Constance Hockaday makes large-scale installations on open water. Identifying as a Chilean-American queer artist, Hockaday creates spaces that celebrate creative freedom and counterculture communities while defying gentrification. Take the Floating Peep Show — in which out-of-work drag queens and exotic dancers performed in the hulls of sailboats in the middle of San Francisco Bay. Now, Hockaday plans to turn a retired Coast Guard vessel into a venue for a huge waterborne multimedia spectacle. Always Get on the Boat will both celebrate and mourn the likely demise of the Fifth Street Marina — a longstanding alternative community on a post-industrial waterfront in Oakland, California, that is slated to be overrun by commercial development.
As she sets the plans for this new work, we talked to Hockaday about the struggle to make space for alternative culture, and why urban access to open water is so important.
In your talk at TEDGlobal 2014, you described the Floating Peep Show, and how it was inspired by two San Francisco counterculture establishments that had closed within months of each other — the Lusty Lady and Esta Noche. Tell us more about what these were.
The Lusty Lady was the nation’s only worker-owned, unionized adult entertainment business. It was a peep show, so you looked through a window at women — and people of actually many different genders, body shapes and looks — and you look at them without their clothes off, or erotic dancing. It was an institution, and it was located in what was known as the Barbary Coast. It felt a part of the old San Francisco, maybe one of the last places that felt like it was connected to that. It catered to the general public and also specifically to feminists, queers and radical sex culture, as well as kink and a very counterculture underground scene that’s played a huge part in the shaping of San Francisco. They shut down this past year.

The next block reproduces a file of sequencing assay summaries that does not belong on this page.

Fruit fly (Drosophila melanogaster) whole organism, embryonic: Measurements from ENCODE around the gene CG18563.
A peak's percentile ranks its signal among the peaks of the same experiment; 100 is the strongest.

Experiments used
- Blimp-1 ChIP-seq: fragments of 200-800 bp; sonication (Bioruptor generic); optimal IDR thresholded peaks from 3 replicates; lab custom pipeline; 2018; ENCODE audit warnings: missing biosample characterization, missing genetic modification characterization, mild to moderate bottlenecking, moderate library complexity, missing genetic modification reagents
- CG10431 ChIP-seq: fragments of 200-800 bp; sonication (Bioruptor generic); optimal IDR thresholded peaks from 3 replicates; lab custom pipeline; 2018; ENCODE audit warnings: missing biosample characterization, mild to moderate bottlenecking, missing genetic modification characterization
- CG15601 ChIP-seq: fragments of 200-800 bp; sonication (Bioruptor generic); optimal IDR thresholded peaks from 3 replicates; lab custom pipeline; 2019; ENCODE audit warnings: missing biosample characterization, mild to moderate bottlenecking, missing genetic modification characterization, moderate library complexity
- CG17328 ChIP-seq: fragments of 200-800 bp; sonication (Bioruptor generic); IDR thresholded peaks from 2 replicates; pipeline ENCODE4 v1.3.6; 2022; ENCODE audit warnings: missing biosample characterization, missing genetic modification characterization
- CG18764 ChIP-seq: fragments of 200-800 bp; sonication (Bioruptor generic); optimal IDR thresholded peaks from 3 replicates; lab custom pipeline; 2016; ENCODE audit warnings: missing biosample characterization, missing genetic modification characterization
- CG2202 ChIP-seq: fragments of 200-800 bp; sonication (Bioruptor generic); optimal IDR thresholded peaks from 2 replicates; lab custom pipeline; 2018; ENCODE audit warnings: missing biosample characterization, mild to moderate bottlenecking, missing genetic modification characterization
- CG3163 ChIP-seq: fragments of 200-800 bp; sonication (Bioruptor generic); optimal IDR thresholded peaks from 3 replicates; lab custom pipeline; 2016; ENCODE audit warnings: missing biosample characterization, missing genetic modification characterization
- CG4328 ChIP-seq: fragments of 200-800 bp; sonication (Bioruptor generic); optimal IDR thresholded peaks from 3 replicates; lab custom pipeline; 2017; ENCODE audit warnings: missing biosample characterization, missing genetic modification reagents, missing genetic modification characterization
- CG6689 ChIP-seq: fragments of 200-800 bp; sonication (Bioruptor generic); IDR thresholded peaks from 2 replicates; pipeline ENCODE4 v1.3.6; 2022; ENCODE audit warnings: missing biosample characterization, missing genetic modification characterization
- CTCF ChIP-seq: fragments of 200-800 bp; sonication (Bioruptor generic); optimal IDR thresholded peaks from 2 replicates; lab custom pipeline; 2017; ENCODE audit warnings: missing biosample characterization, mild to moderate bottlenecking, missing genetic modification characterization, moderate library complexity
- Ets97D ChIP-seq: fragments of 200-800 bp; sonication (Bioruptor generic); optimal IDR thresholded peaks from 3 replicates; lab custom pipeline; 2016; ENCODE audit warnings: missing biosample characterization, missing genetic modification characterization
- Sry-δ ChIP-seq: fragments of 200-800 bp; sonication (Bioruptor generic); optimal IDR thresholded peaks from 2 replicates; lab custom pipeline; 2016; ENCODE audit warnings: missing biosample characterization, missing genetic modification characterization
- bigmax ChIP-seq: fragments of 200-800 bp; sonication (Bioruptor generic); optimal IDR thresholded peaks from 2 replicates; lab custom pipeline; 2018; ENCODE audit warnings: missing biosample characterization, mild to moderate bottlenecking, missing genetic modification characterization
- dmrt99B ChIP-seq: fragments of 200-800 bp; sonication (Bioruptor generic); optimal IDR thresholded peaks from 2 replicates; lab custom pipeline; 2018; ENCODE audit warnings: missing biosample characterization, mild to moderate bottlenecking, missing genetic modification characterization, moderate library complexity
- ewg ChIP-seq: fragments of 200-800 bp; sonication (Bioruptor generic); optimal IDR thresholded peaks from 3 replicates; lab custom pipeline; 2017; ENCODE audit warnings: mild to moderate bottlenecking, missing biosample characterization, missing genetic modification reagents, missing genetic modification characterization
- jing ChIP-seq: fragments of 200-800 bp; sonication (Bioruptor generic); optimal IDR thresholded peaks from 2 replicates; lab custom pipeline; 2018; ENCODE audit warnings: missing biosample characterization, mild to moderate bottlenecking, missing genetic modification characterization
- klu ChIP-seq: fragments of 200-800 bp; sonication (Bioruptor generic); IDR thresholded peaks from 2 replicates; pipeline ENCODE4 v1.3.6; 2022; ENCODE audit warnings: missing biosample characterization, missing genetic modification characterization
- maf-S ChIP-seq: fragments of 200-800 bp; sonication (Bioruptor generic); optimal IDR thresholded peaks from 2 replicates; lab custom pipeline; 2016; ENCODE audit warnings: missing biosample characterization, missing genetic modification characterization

Then, six months later, so did Esta Noche, a Latino gay bar in the Mission. It was spectacular, very special. It provided a place for gay Latinos who didn’t necessarily have a place in white gay-man world or in Latino culture. Everybody was welcome — it was like a queer Quinceañera every night.
Why did they shut down?
It was partly because clientele had moved out of the city because they couldn’t afford to be there. Social networking has also changed a lot of the way that queer culture interacts with each other. But these were cultural institutions.
So I rafted together four sailboats, and each one was a performance space. I contacted a bunch of Lusty Lady alumni, a bunch of drag queens from Esta Noche, as well as DJs and people from the Center for Sex and Culture. I hired them for four nights to perform inside the hulls of sailboats. We built a wall so that you couldn’t actually walk all the way into the boat: you could just step in. There was a money slot, and you could pay to see the performers. I told them to do whatever they wanted. Some of them did sex shows, some of them did strip shows, some of them did karaoke shows, some of them did super high fashion.
We picked people up in small inflatable boats, and transported more than 600 audience members across the San Francisco Bay to the sailboats in four nights. One night we did it near Dogpatch, in industrial San Francisco, and then three nights we did it in Clipper Cove, on Treasure Island. Everybody was there: all the old, curmudgeonly sailors who were all in charge of the sailboats, plus sex workers, drag queens, friends, art dorks, pervy kink dudes, tech kids. All hanging out in the middle of the water on these boats.
This was great, because it can be lonely and frustrating and confusing to be an artist in a place where artists are losing real estate, and losing a way to survive in that role in society. It’s hard enough to be an artist in general. It’s a scary life path to choose.
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